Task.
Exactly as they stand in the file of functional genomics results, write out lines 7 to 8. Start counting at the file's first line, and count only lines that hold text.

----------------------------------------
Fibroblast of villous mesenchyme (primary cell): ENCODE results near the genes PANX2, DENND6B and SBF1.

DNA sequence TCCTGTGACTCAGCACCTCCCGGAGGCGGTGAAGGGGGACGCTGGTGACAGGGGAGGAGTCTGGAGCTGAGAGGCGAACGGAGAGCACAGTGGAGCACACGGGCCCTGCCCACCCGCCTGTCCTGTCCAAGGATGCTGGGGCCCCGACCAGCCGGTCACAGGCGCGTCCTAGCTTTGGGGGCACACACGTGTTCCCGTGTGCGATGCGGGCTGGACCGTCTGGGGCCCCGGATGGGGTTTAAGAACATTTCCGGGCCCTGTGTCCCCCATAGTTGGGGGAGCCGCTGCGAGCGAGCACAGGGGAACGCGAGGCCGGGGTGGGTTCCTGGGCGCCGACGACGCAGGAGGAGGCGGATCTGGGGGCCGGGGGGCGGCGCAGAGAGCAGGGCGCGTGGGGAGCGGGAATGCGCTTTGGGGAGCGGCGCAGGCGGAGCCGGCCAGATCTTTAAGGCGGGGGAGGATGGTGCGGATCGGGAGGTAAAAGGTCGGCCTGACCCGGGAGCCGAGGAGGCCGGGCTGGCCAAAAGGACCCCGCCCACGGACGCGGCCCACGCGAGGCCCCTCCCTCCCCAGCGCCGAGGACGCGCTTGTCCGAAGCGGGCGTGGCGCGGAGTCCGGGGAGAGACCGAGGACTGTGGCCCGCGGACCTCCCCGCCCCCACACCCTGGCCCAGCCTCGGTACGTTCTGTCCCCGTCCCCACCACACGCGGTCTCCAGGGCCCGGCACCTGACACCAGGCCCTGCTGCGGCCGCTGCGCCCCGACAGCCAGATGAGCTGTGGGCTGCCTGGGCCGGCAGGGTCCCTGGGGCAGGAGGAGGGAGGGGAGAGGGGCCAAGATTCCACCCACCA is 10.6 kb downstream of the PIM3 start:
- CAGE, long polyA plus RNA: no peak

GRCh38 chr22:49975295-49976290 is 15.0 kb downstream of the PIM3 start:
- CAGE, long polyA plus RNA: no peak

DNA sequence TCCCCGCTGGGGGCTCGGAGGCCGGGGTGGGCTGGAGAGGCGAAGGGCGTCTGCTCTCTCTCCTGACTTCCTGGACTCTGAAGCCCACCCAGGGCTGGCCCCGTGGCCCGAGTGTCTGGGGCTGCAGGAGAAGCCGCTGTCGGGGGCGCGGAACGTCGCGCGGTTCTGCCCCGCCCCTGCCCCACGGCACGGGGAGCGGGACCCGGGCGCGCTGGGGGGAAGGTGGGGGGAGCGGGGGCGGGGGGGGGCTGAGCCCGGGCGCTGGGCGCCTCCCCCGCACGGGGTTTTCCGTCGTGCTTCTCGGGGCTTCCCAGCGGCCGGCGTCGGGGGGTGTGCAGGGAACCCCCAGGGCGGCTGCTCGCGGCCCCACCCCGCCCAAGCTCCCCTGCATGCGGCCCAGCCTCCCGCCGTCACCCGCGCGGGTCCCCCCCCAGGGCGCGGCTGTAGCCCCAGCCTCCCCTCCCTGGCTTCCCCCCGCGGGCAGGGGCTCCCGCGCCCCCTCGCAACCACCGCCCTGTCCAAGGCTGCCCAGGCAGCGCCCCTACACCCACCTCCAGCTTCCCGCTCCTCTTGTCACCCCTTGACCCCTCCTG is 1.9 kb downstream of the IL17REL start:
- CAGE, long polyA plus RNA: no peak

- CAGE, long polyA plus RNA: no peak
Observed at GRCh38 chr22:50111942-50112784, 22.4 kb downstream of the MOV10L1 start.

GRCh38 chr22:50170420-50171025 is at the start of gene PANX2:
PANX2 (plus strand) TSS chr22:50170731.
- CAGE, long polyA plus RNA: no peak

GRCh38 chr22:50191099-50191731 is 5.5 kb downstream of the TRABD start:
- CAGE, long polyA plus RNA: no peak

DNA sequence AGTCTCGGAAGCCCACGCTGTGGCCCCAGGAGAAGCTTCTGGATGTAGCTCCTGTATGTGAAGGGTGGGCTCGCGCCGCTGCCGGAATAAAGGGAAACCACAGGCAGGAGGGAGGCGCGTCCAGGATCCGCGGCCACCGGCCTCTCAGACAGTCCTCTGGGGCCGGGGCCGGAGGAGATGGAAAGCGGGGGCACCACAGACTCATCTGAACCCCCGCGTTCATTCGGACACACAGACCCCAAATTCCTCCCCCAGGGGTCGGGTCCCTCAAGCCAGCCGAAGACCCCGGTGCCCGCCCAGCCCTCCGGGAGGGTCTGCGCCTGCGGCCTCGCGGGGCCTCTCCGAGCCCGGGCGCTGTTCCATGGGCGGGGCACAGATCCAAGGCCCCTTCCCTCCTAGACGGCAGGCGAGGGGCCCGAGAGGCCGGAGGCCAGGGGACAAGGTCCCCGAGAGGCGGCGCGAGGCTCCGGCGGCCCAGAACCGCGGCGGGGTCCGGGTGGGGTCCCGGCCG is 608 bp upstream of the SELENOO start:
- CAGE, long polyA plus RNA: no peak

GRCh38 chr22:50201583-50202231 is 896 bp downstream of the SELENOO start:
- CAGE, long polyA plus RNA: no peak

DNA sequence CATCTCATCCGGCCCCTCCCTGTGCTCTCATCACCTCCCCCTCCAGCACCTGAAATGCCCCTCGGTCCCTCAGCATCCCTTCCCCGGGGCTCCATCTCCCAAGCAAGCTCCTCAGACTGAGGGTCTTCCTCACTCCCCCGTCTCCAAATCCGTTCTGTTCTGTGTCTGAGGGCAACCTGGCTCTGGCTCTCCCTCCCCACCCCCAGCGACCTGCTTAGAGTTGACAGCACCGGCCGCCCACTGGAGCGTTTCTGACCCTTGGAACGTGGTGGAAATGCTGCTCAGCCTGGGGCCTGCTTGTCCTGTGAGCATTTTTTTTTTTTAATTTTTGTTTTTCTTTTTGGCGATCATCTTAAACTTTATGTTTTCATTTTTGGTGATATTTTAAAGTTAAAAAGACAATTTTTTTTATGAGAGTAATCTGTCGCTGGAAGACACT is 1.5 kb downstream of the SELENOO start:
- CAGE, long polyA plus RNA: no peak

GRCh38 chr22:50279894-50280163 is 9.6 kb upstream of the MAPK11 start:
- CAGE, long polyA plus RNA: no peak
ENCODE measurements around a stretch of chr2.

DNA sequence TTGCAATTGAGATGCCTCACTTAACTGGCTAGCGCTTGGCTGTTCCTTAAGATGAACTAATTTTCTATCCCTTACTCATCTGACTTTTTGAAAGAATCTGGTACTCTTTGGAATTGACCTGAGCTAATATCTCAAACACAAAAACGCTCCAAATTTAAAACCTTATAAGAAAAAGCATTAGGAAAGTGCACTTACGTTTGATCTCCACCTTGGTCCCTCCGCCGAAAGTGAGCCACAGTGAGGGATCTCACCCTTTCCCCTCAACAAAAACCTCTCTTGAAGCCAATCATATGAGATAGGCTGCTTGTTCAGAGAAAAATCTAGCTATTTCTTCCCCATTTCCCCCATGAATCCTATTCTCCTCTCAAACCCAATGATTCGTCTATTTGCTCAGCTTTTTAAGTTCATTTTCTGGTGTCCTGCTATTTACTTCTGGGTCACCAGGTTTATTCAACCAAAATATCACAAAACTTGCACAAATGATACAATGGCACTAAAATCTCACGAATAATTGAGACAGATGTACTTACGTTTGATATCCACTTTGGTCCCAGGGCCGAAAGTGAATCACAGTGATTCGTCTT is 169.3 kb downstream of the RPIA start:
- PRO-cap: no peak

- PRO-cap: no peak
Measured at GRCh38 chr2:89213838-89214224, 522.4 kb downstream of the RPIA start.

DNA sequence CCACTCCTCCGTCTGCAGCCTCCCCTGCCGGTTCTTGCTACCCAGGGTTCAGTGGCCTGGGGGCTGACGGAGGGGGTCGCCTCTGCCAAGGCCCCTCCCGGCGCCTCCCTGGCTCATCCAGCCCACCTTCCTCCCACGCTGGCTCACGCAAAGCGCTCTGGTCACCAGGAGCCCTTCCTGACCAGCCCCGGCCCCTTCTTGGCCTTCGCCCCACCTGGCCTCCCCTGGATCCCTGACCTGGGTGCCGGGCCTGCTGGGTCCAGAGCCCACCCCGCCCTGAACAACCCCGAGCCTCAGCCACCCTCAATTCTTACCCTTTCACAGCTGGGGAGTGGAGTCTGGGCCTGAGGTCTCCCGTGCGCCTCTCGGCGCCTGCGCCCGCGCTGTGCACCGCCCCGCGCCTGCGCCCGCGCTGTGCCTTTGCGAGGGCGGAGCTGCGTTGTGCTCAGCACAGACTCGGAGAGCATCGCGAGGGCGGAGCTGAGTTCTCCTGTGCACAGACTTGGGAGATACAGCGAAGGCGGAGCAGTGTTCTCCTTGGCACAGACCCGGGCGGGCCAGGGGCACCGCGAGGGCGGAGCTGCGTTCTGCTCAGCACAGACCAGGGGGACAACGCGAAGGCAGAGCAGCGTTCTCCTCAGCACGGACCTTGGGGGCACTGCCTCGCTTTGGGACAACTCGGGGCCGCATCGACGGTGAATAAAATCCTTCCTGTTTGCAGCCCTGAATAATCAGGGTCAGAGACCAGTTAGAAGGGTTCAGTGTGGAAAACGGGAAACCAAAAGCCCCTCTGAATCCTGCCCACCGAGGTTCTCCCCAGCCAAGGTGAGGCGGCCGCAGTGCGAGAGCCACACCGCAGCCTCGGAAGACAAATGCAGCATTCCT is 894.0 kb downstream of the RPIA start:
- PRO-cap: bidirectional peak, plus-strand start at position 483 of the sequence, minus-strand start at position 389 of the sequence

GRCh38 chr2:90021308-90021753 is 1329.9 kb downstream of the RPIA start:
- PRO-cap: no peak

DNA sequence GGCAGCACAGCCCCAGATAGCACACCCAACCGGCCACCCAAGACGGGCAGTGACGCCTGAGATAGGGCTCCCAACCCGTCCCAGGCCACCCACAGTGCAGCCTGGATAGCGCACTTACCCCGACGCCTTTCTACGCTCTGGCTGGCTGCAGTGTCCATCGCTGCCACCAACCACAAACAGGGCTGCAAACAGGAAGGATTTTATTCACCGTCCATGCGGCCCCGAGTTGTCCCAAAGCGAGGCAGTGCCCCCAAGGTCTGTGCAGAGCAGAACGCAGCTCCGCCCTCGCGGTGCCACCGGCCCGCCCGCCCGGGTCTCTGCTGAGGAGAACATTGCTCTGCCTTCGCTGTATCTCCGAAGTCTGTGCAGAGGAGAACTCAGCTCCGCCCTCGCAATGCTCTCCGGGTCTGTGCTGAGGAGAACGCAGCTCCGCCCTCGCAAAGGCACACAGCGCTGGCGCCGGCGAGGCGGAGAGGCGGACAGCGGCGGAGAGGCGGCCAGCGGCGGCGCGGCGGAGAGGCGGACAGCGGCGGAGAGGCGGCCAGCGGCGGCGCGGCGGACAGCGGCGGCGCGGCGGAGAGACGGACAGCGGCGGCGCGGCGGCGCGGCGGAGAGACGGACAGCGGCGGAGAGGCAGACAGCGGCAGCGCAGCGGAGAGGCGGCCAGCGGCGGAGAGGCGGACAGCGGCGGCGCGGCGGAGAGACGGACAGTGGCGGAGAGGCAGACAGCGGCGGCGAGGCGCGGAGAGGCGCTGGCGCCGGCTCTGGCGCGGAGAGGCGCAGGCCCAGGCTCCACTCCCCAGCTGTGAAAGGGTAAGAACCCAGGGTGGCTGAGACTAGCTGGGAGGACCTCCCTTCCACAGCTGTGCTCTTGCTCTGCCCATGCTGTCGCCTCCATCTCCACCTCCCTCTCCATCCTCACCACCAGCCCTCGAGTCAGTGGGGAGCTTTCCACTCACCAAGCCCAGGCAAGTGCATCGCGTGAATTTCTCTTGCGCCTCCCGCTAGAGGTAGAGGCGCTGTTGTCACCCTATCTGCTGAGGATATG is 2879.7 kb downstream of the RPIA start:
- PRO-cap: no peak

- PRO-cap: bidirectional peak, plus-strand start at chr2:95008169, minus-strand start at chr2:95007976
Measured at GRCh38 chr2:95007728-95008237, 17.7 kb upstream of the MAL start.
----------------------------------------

- CAGE, long polyA plus RNA: no peak

- CAGE, long polyA plus RNA: no peak